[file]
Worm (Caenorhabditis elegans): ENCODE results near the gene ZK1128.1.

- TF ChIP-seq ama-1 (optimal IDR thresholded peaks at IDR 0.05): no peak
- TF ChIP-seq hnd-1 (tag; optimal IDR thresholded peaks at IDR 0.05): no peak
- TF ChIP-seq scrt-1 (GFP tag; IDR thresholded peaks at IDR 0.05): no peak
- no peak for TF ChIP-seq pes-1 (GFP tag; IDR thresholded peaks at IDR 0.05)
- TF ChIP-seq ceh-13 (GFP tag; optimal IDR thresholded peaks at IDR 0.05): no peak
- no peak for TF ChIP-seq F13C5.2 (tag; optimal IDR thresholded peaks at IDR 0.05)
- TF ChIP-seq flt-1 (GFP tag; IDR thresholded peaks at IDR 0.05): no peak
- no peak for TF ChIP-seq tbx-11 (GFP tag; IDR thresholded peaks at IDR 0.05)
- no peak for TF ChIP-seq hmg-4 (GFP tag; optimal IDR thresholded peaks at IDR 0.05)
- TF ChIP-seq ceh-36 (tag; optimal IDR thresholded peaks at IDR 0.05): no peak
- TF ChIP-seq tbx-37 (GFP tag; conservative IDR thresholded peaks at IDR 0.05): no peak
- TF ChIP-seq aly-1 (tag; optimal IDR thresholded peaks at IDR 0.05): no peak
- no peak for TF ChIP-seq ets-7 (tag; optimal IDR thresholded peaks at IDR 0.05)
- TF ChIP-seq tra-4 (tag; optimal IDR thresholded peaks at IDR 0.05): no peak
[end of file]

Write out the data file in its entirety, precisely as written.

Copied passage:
Worm (Caenorhabditis elegans): ENCODE results near the gene ZK1128.1.

- TF ChIP-seq ama-1 (optimal IDR thresholded peaks at IDR 0.05): no peak
- TF ChIP-seq hnd-1 (tag; optimal IDR thresholded peaks at IDR 0.05): no peak
- TF ChIP-seq scrt-1 (GFP tag; IDR thresholded peaks at IDR 0.05): no peak
- no peak for TF ChIP-seq pes-1 (GFP tag; IDR thresholded peaks at IDR 0.05)
- TF ChIP-seq ceh-13 (GFP tag; optimal IDR thresholded peaks at IDR 0.05): no peak
- no peak for TF ChIP-seq F13C5.2 (tag; optimal IDR thresholded peaks at IDR 0.05)
- TF ChIP-seq flt-1 (GFP tag; IDR thresholded peaks at IDR 0.05): no peak
- no peak for TF ChIP-seq tbx-11 (GFP tag; IDR thresholded peaks at IDR 0.05)
- no peak for TF ChIP-seq hmg-4 (GFP tag; optimal IDR thresholded peaks at IDR 0.05)
- TF ChIP-seq ceh-36 (tag; optimal IDR thresholded peaks at IDR 0.05): no peak
- TF ChIP-seq tbx-37 (GFP tag; conservative IDR thresholded peaks at IDR 0.05): no peak
- TF ChIP-seq aly-1 (tag; optimal IDR thresholded peaks at IDR 0.05): no peak
- no peak for TF ChIP-seq ets-7 (tag; optimal IDR thresholded peaks at IDR 0.05)
- TF ChIP-seq tra-4 (tag; optimal IDR thresholded peaks at IDR 0.05): no peak